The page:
This collective mind, and especially that of the /b/ message board, tends to have a jovially nihilistic worldview, seeking not much more than amusement, an escape from boredom, often at the expense of others. Asked why they do something, an “Anon” will likely reply that they “do it for the lulz,” which is a corruption of LOL—”laughing out loud.” They love pranks, evidenced by the Rickrolling phenomenon, which was born on /b/.
Like the Tea Party or Al Qaeda, Anonymous is a “starfish” organization. This means that while there may be some titular heads, any number of cells or individuals can operate under its banner. Anonymous is in this sense a large, amorphous, and disparate group of persons around the world—from novice “script kiddies” to expert hackers—who lend their talents and computing power to consensus schemes hatched on 4chan or other online hangouts.
These often include raiding and causing havoc among the unsuspecting denizens of other online forums, or flooding YouTube with porn disguised as children’s videos. Increasingly, however, Anonymous’ campaigns have tended to eschew the “lulzy” for the self-righteously political, culminating in this week’s preoccupation with the Fed.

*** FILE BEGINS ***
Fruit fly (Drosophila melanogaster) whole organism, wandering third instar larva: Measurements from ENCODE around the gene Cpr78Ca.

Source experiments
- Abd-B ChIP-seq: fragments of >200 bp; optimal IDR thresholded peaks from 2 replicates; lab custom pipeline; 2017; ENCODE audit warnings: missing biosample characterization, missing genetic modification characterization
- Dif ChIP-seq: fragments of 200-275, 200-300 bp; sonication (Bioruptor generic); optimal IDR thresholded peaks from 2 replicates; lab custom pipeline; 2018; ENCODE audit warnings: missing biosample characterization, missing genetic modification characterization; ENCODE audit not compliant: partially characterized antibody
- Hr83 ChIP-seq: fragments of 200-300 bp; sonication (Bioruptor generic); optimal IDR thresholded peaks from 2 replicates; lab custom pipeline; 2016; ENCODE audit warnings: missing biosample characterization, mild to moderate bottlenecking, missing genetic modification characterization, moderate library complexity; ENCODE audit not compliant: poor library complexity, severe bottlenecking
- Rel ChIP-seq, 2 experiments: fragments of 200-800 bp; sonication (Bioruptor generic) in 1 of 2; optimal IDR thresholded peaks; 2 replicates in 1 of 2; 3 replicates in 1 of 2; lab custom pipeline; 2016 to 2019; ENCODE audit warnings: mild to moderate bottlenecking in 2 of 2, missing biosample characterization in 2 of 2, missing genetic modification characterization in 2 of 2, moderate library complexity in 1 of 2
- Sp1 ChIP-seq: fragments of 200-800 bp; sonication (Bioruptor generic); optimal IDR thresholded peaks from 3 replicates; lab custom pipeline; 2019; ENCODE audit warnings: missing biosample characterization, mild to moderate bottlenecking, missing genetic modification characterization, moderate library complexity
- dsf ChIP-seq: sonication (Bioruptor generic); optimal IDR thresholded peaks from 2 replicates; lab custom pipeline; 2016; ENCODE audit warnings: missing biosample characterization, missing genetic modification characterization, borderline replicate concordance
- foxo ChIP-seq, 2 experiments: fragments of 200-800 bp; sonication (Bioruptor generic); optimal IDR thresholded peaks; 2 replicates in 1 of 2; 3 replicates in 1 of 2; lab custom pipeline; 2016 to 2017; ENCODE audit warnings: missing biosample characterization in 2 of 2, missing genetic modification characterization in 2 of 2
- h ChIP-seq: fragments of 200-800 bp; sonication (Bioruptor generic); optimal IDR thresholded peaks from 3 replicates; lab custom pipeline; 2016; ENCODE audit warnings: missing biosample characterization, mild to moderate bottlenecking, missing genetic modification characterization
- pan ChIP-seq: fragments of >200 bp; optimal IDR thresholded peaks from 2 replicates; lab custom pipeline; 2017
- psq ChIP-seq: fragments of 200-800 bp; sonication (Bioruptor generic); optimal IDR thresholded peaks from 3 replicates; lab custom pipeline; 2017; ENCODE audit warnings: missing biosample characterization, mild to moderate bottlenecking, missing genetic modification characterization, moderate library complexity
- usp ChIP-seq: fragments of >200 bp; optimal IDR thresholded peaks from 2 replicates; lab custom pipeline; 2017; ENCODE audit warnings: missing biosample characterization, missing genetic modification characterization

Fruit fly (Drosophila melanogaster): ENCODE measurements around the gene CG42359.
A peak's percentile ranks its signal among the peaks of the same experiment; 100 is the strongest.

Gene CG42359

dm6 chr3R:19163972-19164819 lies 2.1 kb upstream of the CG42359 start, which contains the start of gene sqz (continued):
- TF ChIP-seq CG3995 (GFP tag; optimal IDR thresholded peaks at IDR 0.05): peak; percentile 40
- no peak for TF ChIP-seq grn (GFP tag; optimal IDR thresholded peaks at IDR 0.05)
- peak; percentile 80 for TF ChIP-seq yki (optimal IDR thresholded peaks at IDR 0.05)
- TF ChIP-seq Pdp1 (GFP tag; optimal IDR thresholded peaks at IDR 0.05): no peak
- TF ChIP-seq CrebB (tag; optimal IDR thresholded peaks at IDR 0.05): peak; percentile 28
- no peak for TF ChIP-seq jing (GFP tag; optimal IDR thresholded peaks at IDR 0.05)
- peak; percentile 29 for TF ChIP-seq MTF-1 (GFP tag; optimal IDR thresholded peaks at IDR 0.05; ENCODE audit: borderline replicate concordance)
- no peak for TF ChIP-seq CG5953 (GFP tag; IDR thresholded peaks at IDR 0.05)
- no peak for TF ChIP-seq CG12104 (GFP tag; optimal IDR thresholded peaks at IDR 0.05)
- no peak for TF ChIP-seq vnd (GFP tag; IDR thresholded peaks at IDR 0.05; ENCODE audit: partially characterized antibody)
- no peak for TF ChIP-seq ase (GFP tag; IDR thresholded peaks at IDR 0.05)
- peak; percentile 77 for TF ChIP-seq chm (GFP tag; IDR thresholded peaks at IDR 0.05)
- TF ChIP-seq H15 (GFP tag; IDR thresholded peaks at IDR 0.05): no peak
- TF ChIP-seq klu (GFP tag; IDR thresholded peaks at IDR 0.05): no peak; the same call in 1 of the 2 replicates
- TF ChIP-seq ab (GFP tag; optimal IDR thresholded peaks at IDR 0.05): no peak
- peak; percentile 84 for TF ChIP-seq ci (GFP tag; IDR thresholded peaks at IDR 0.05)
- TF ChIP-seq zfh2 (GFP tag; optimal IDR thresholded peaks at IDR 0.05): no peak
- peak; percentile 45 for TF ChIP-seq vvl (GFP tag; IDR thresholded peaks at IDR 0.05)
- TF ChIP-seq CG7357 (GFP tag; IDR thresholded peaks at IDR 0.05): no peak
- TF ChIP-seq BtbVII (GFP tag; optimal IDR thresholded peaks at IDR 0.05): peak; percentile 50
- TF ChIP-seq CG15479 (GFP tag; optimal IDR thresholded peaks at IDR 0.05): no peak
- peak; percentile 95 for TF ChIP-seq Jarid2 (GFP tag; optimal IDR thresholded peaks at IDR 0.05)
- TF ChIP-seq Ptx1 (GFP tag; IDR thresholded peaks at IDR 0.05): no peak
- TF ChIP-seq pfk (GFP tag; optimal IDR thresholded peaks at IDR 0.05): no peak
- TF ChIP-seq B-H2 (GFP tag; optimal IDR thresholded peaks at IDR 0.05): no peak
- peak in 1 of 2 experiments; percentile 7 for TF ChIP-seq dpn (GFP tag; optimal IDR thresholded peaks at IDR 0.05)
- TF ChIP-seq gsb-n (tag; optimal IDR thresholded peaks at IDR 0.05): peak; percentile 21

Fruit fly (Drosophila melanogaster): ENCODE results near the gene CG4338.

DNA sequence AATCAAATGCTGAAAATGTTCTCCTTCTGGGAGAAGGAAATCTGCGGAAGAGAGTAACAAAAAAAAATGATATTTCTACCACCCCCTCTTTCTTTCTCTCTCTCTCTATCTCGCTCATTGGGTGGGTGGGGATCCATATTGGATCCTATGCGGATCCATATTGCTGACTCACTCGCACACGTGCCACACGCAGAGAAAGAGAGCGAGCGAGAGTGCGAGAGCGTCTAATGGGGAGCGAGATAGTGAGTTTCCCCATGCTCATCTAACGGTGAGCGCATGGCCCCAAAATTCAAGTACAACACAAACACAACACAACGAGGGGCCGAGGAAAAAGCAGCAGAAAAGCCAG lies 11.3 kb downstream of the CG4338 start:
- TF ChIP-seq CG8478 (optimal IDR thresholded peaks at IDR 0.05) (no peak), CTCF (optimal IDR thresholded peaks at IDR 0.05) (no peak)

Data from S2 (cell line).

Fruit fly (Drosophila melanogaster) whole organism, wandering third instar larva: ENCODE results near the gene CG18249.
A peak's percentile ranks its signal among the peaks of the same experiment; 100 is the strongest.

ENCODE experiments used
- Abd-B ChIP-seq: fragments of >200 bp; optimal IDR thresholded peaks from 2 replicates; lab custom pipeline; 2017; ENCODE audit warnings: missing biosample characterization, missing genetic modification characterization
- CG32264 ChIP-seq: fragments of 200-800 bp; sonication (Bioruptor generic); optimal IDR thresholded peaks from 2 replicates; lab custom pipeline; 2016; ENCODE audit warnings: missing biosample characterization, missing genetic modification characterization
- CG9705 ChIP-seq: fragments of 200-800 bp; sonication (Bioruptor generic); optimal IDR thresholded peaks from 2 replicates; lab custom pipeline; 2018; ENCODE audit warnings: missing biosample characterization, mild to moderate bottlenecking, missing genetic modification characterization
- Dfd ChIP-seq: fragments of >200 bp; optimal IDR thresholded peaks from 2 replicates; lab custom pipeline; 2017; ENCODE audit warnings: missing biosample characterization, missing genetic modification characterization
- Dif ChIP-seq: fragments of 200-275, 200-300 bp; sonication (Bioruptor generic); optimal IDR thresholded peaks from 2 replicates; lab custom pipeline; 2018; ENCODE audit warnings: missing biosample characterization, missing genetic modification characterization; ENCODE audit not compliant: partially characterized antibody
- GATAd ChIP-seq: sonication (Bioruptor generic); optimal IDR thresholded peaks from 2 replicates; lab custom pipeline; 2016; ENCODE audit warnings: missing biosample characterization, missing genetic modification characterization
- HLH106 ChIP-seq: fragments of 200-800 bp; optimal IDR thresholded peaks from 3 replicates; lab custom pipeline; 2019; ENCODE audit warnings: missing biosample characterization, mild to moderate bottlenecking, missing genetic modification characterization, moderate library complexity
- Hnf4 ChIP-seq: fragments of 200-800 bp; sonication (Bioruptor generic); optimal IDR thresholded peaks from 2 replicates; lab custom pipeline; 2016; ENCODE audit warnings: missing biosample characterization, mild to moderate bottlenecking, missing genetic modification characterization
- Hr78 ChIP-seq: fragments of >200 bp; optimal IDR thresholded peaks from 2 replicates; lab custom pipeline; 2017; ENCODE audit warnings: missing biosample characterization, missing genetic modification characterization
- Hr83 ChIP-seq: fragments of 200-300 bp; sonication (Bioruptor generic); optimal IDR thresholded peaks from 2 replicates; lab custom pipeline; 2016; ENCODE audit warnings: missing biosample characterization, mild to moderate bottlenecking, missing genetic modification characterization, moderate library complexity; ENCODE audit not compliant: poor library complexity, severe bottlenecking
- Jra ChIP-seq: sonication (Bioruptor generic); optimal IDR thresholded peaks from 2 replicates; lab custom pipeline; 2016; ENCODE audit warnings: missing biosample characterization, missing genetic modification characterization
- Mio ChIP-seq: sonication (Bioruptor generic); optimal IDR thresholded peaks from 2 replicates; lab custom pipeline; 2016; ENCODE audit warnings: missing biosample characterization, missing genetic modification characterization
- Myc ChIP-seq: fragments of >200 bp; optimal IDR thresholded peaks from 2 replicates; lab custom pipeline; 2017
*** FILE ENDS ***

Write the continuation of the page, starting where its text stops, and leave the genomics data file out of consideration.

“We Do It for the Lulz”
LulzSec (short for “Lulz Security”), as its name implies, seems to be a throwback to the original spirit of doing things simply “for the lulz.” Some characterize this attitude as anarchistic, but it could also be seen as existentialist or nihilistic. Faced with the reality of an absurd world without intrinsic meaning, some choose to approach life as “performance art” to give it meaning. LulzSec’s actions seem to fit this pattern.
Instead of preachy manifestos, they issue comical press releases. One of their first high-profile breaches was against PBS.org where they planted a fake news story reporting that Biggie Smalls and Tupac Shakur where alive and well and living in New Zealand.
The group’s active Twitter feed, decorated with Nyan cat and their monocled mascot, is often a stream of absurdist or surreal humor, with tweets such as, “You are a peon and our Freemason lizard rebellion will propel us towards binary stars of yore, you sweaty caterpillar farm,” and, “Mankind should tremble as the SSH key to your neuron load balancers are used as a pathway to the chemical exhilaration of entertainment.”
The group’s website plays the theme to The Love Boat and invites visitors to sing along to modified lyrics about “The Lulz Boat.” Pressing the mute button to stop the music only increases its volume.